EFFECTS OF REMITTANCES AND INFRASTRUCTURE ON PRIVATE INVESTMENT: EVIDENCE FROM GHANA
UNIVERSITY OF CAPE COAST
This thesis examined the effects of remittances and infrastructure on private investment in Ghana. Specifically, the study investigated the combined effects of remittances and infrastructure on private investment as well as the causal relationship between remittances and private investment and between infrastructure and private investment. The Autoregressive Distributed Lag (ARDL) approach to cointegration was used with annual data from WDI, IMF, BOG and ISSER for the period of 1984 to 2017. The research finds that remittances alone does not influence private investment in Ghana. However, given the existence of infrastructure, remittances can simulate private investment in Ghana. The results indicate that existence of infrastructure might be a significant channel through which remittances affect private investment in Ghana. Thus, the net effect of remittances and infrastructure on private investment is empirically higher in promoting private investment in Ghana. The Granger Causality test reveals that there is bidirectional causality between remittances and private investment but unidirectional causality between infrastructure and private investment. Based on the findings, it is recommended that the Ministry of Finance should allocate more funds to the Ministry of Roads and Ministry of Power and Energy to boost infrastructural development such as road construction and electricity generation. This will create and ensure favorable investment climate for remittances to be invested.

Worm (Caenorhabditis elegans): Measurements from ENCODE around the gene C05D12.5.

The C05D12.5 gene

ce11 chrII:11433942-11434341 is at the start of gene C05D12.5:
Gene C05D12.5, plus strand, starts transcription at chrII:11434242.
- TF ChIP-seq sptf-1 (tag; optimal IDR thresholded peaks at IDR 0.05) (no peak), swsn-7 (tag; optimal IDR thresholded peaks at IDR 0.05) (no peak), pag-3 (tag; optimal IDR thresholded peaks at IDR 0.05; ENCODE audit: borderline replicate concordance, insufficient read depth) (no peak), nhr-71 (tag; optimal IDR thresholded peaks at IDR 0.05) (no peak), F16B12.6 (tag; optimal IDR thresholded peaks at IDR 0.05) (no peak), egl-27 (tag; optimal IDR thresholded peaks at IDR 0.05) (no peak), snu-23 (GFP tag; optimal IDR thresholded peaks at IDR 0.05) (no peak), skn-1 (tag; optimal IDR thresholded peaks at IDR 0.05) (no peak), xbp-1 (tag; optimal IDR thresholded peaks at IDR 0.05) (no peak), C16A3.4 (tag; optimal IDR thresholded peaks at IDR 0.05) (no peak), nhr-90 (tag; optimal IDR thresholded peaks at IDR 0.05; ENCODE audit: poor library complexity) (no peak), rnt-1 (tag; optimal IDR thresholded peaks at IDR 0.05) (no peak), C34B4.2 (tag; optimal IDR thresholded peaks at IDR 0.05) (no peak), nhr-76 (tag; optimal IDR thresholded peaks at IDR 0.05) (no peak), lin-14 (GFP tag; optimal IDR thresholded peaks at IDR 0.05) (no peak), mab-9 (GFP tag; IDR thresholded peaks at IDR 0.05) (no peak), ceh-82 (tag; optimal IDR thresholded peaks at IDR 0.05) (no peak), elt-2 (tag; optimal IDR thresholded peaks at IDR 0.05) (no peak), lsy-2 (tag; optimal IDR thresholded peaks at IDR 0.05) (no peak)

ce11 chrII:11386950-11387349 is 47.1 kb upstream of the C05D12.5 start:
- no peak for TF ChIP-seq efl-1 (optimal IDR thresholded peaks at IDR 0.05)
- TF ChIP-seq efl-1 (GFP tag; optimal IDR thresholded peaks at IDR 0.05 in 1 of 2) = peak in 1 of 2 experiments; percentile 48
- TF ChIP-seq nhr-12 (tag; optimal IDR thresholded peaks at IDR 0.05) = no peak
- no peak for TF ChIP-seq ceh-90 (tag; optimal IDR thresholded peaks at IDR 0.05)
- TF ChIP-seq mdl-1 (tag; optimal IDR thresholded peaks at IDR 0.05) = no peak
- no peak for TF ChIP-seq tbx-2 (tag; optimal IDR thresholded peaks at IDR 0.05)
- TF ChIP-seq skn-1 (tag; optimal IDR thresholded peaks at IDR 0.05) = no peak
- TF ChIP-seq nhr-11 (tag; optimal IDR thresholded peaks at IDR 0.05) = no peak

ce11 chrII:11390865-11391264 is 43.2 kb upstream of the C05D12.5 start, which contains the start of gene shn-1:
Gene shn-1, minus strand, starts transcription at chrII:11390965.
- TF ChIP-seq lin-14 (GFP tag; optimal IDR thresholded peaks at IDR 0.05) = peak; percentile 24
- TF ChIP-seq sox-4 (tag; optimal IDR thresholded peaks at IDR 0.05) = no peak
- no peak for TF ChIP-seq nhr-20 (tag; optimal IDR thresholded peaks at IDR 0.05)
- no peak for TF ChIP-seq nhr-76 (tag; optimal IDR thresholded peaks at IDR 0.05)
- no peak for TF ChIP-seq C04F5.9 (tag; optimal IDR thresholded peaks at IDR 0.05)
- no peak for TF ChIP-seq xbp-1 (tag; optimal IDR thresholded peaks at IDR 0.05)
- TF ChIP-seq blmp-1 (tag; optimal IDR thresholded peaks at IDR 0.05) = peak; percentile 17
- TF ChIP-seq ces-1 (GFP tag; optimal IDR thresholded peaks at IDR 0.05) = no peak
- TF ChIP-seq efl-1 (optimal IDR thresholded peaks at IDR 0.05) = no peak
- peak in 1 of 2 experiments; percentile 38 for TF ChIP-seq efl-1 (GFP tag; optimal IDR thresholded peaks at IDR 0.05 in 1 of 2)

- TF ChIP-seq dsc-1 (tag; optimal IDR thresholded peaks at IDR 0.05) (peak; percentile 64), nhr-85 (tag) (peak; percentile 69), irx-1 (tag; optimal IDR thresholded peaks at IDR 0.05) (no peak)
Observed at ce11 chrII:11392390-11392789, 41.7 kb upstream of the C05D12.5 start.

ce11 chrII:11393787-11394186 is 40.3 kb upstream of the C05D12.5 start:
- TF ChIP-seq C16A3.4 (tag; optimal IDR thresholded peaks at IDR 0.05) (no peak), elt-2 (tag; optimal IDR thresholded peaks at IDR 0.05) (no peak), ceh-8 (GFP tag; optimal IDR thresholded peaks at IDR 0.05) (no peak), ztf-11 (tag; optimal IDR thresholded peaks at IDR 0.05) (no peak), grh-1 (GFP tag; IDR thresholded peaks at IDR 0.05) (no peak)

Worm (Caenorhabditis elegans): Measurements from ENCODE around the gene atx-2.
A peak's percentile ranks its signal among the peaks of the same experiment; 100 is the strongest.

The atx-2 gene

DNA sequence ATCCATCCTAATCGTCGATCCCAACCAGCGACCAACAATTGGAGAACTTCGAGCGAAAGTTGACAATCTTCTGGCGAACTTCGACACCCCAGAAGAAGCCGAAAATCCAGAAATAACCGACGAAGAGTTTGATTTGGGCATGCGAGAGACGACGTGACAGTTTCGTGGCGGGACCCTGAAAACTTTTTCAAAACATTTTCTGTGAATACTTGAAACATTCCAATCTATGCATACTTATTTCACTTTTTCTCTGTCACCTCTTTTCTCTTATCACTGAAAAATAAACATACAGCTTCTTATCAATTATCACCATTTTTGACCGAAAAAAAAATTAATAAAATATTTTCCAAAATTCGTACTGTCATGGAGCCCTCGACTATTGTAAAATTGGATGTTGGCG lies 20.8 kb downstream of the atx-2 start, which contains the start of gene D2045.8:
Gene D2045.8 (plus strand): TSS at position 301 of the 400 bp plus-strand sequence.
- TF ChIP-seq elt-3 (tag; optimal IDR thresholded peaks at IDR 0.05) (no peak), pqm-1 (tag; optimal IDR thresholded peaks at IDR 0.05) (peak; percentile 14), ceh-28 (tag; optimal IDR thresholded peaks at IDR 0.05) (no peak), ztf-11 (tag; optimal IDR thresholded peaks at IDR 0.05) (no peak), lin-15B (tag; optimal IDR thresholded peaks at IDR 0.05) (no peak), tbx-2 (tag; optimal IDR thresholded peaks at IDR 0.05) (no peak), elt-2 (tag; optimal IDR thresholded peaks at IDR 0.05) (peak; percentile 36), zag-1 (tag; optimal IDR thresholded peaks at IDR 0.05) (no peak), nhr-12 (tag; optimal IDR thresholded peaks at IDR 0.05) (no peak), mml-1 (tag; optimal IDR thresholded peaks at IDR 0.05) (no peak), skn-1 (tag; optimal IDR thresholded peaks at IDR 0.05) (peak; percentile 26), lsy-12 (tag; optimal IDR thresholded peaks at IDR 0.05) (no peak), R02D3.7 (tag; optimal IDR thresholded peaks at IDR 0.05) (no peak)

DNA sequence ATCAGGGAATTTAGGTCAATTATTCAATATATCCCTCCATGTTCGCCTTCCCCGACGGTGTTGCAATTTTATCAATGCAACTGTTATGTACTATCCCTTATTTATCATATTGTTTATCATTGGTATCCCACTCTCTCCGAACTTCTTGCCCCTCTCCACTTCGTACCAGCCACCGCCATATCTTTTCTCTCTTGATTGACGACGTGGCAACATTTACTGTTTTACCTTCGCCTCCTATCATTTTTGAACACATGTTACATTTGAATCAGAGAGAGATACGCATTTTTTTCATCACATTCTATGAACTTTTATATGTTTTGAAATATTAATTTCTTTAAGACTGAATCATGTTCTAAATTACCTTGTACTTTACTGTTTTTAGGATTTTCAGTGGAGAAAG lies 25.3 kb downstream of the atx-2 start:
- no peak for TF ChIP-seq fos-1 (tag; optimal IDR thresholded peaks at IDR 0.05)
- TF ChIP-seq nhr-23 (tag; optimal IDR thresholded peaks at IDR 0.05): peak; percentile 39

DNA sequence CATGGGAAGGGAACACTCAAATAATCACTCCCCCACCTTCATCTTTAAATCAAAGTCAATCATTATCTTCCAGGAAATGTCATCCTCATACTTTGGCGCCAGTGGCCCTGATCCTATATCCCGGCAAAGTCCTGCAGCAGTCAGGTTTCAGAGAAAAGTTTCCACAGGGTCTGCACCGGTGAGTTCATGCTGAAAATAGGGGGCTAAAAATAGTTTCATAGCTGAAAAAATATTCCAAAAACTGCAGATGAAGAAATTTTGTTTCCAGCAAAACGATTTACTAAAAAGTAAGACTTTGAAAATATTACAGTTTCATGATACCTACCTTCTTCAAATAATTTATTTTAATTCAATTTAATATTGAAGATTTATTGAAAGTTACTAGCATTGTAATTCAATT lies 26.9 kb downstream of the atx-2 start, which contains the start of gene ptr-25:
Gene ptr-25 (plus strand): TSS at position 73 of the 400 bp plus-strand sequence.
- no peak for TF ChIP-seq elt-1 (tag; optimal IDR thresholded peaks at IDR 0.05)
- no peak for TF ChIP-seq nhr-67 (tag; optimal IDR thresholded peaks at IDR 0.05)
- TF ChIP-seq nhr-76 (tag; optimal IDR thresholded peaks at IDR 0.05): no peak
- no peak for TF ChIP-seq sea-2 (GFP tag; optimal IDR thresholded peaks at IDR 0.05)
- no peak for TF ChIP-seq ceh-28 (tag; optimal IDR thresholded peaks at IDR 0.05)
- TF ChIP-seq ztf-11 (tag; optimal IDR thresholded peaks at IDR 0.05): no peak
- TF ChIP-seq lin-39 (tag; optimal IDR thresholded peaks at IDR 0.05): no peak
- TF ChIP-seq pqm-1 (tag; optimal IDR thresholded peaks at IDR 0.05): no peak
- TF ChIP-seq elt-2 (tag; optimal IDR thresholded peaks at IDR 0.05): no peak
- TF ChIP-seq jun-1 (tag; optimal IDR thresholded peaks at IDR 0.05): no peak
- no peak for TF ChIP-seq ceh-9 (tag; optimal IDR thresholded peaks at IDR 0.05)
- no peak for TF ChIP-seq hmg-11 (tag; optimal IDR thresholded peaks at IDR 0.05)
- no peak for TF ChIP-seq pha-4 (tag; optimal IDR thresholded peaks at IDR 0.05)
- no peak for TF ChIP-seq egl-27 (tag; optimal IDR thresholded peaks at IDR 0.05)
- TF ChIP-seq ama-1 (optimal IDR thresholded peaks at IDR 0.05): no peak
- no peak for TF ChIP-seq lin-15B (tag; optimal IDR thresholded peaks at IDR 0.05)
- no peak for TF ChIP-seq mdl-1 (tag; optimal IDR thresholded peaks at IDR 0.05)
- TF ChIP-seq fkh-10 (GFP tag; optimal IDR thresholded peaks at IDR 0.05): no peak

Accelerator model , Autoregressive distributed lags , Infrastructure , Private investment , Remittances